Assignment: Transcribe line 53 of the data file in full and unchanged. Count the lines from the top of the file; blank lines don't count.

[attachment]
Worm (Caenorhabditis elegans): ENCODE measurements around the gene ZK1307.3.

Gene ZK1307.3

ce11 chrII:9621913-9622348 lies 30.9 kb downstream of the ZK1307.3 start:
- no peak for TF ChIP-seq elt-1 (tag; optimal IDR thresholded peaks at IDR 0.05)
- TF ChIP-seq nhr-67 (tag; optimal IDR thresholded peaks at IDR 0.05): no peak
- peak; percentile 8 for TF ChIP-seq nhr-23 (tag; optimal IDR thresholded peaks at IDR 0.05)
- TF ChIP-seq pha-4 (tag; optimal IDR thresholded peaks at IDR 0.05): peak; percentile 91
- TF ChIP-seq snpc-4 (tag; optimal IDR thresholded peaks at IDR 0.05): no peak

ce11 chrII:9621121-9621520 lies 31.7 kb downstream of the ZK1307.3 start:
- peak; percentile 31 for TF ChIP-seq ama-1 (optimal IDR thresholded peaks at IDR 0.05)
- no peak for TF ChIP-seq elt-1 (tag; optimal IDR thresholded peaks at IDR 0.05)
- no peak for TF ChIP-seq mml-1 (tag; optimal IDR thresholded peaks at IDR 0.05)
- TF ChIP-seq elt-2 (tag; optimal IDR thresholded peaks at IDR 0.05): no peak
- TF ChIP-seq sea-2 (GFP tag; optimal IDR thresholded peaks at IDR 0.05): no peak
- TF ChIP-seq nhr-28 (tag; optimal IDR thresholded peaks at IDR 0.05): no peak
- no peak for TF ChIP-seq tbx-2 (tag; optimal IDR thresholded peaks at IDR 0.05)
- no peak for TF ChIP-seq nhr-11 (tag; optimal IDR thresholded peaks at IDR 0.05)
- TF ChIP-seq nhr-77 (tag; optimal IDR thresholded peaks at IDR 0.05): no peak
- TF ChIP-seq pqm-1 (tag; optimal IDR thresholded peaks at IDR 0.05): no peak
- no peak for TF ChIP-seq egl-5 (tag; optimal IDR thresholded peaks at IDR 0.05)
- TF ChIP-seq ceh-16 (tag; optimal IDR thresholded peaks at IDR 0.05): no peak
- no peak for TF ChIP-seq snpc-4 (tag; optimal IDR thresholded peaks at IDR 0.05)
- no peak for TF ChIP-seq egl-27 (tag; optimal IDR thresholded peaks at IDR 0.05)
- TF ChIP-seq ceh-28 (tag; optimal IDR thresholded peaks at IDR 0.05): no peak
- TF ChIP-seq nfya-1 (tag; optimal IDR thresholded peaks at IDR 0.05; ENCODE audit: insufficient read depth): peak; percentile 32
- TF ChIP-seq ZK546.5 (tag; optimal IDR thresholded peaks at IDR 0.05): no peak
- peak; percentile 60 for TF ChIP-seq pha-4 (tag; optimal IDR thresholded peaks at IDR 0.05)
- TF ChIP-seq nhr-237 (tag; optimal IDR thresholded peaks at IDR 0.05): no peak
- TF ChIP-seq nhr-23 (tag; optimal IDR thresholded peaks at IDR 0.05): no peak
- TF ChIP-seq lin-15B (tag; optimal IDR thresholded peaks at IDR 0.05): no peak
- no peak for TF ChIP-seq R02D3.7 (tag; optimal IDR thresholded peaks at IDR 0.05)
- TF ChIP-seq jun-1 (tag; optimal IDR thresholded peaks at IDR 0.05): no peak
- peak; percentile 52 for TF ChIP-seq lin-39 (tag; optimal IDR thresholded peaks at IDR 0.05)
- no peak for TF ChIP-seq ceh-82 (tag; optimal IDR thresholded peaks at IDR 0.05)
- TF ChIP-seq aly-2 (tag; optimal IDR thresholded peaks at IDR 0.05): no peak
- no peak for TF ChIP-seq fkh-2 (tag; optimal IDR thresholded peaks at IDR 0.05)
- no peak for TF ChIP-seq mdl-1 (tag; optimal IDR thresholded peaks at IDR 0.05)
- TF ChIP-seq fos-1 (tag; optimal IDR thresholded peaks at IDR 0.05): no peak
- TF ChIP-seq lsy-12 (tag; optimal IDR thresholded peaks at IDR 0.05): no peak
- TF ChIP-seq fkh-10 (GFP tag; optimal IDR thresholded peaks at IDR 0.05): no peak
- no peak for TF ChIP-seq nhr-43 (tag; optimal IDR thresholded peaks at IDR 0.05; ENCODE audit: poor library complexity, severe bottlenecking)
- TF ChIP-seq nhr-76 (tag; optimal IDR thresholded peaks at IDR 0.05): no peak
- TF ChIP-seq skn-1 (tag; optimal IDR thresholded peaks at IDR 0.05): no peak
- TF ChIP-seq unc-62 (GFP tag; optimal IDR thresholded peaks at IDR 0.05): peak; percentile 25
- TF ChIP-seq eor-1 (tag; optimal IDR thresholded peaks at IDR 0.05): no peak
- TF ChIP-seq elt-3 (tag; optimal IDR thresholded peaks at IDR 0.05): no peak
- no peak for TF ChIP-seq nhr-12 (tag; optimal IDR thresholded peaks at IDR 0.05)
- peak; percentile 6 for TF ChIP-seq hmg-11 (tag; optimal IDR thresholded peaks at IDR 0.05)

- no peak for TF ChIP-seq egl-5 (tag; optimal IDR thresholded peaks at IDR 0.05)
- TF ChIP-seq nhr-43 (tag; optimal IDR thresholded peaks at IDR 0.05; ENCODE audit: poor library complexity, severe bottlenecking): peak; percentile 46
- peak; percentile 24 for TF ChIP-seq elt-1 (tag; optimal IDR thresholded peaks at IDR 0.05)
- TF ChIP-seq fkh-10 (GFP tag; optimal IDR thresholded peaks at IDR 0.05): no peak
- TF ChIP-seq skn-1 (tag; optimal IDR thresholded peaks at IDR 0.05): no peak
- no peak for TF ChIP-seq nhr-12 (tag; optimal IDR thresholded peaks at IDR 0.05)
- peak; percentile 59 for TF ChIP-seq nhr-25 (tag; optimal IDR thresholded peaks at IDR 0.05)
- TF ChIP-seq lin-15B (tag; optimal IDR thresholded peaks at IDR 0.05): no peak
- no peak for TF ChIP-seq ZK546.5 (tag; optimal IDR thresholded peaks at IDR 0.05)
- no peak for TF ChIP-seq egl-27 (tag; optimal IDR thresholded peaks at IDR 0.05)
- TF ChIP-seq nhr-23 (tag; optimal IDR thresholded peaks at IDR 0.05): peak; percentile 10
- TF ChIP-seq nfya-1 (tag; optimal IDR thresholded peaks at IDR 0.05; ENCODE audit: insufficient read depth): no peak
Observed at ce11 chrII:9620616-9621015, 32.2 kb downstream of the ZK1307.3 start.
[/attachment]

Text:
- TF ChIP-seq skn-1 (tag; optimal IDR thresholded peaks at IDR 0.05): no peak